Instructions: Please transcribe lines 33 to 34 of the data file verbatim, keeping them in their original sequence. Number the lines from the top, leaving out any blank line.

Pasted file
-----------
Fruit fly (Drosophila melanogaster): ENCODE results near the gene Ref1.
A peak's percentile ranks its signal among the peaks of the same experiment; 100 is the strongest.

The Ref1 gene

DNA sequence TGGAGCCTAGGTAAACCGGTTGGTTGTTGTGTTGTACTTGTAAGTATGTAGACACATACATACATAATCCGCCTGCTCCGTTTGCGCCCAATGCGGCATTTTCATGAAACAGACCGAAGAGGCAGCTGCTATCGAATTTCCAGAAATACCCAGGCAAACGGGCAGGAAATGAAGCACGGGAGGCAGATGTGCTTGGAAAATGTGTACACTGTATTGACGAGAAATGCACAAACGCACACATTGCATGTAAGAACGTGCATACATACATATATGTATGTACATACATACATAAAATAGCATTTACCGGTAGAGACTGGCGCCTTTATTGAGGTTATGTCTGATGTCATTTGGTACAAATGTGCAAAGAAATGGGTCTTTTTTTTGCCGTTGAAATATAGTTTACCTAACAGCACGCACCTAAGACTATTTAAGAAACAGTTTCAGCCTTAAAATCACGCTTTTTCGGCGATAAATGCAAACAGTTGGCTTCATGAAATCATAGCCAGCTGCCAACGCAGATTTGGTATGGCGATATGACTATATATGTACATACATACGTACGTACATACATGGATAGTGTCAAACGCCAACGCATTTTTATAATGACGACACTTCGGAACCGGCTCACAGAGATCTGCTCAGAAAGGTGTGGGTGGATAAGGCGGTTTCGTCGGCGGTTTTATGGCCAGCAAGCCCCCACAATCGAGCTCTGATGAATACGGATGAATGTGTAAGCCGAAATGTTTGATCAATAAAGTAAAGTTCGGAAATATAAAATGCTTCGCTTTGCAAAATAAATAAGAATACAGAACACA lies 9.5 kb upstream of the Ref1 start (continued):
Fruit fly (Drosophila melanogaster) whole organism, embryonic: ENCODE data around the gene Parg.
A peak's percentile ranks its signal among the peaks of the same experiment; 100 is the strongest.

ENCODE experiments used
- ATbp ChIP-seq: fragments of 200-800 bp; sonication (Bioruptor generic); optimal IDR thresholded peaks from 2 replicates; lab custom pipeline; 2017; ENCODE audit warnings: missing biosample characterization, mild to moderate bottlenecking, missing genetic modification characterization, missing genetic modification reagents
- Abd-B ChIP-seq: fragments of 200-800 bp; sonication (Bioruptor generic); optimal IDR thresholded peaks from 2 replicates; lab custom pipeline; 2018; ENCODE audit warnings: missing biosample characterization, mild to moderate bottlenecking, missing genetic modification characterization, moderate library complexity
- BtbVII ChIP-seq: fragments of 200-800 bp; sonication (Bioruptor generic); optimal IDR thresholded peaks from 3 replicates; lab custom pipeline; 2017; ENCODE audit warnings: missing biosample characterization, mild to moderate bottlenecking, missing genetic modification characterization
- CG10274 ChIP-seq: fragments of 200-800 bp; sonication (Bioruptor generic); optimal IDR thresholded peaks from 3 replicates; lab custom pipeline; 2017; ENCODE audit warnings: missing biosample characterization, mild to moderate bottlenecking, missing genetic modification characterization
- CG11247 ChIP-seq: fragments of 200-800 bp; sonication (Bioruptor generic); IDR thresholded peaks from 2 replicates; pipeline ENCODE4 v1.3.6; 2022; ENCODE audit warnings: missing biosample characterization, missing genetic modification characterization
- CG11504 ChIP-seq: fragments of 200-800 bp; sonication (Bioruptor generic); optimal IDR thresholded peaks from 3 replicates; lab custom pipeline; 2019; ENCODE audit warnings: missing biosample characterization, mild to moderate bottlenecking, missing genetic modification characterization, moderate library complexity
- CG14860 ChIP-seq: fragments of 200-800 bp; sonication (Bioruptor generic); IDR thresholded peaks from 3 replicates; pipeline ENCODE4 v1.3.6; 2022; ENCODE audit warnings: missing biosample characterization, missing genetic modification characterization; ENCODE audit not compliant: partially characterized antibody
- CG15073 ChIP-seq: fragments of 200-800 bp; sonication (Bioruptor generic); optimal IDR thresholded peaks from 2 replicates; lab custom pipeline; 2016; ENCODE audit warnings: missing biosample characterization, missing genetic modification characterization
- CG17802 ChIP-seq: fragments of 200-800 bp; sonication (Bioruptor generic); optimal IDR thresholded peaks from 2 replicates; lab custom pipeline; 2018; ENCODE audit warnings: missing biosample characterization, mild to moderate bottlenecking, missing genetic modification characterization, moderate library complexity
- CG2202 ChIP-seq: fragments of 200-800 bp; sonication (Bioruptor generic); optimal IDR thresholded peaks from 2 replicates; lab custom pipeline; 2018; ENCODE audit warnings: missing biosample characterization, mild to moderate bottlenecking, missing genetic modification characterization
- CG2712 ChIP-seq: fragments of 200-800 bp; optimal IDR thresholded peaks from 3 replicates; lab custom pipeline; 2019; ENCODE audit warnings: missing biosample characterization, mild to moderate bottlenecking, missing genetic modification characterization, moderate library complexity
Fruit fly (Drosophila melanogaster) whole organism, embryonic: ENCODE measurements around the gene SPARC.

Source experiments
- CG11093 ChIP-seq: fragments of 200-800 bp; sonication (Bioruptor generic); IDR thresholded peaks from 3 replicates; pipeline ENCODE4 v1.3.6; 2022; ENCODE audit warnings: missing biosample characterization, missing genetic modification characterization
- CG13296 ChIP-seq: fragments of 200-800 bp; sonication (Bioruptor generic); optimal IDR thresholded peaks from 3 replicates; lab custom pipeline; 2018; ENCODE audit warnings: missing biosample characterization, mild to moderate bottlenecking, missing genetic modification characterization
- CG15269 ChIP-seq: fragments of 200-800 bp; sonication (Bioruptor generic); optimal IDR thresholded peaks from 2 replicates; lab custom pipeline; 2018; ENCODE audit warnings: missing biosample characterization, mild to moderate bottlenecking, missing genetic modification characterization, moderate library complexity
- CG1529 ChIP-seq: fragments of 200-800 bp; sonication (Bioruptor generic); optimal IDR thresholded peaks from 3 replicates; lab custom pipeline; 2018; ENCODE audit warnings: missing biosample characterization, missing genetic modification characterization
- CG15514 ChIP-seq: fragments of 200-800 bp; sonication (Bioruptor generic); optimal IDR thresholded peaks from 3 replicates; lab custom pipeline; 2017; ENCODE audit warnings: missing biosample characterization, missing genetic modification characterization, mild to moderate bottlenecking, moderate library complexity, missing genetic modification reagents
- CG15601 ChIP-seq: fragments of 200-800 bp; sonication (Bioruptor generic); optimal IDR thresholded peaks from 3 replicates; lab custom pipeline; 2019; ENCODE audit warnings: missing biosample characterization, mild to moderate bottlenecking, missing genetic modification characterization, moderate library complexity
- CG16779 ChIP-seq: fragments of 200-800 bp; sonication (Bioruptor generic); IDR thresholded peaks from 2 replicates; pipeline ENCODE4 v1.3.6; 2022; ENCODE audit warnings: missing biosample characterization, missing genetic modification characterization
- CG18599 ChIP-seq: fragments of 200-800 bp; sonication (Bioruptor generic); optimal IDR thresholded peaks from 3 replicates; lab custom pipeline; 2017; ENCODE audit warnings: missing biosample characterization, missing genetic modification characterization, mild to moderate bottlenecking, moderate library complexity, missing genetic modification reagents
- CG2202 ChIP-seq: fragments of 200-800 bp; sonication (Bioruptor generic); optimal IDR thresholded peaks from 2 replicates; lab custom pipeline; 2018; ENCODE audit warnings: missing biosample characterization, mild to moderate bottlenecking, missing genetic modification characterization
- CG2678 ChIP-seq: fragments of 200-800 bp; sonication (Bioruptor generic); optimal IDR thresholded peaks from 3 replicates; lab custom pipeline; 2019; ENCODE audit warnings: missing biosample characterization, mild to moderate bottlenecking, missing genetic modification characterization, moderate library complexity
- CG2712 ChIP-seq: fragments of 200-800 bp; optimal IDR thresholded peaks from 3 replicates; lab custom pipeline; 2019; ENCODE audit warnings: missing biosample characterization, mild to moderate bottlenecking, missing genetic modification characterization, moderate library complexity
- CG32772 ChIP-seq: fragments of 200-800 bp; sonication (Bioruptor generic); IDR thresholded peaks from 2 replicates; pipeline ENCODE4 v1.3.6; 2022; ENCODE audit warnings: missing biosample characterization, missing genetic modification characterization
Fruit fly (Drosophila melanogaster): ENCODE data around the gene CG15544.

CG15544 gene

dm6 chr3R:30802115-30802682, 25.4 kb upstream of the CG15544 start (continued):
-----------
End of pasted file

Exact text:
Fruit fly (Drosophila melanogaster): ENCODE data around the gene CG15544.

CG15544 gene